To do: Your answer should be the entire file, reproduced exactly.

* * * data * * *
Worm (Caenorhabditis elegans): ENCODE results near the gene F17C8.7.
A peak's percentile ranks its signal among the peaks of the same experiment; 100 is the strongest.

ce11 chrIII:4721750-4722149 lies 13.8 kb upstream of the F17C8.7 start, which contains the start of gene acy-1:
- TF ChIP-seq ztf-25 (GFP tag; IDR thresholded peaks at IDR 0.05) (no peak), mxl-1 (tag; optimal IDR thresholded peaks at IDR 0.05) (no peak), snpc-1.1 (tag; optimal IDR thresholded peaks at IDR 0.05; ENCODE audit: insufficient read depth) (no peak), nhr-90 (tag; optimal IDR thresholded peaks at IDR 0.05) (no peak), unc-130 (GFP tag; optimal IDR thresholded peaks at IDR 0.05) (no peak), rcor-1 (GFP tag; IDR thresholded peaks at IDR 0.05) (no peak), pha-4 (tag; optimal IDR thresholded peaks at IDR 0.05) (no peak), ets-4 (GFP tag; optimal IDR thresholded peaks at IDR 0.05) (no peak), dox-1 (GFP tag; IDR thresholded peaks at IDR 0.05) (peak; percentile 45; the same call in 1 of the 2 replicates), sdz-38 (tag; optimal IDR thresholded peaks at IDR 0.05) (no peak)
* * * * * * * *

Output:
Worm (Caenorhabditis elegans): ENCODE results near the gene F17C8.7.
A peak's percentile ranks its signal among the peaks of the same experiment; 100 is the strongest.

ce11 chrIII:4721750-4722149 lies 13.8 kb upstream of the F17C8.7 start, which contains the start of gene acy-1:
- TF ChIP-seq ztf-25 (GFP tag; IDR thresholded peaks at IDR 0.05) (no peak), mxl-1 (tag; optimal IDR thresholded peaks at IDR 0.05) (no peak), snpc-1.1 (tag; optimal IDR thresholded peaks at IDR 0.05; ENCODE audit: insufficient read depth) (no peak), nhr-90 (tag; optimal IDR thresholded peaks at IDR 0.05) (no peak), unc-130 (GFP tag; optimal IDR thresholded peaks at IDR 0.05) (no peak), rcor-1 (GFP tag; IDR thresholded peaks at IDR 0.05) (no peak), pha-4 (tag; optimal IDR thresholded peaks at IDR 0.05) (no peak), ets-4 (GFP tag; optimal IDR thresholded peaks at IDR 0.05) (no peak), dox-1 (GFP tag; IDR thresholded peaks at IDR 0.05) (peak; percentile 45; the same call in 1 of the 2 replicates), sdz-38 (tag; optimal IDR thresholded peaks at IDR 0.05) (no peak)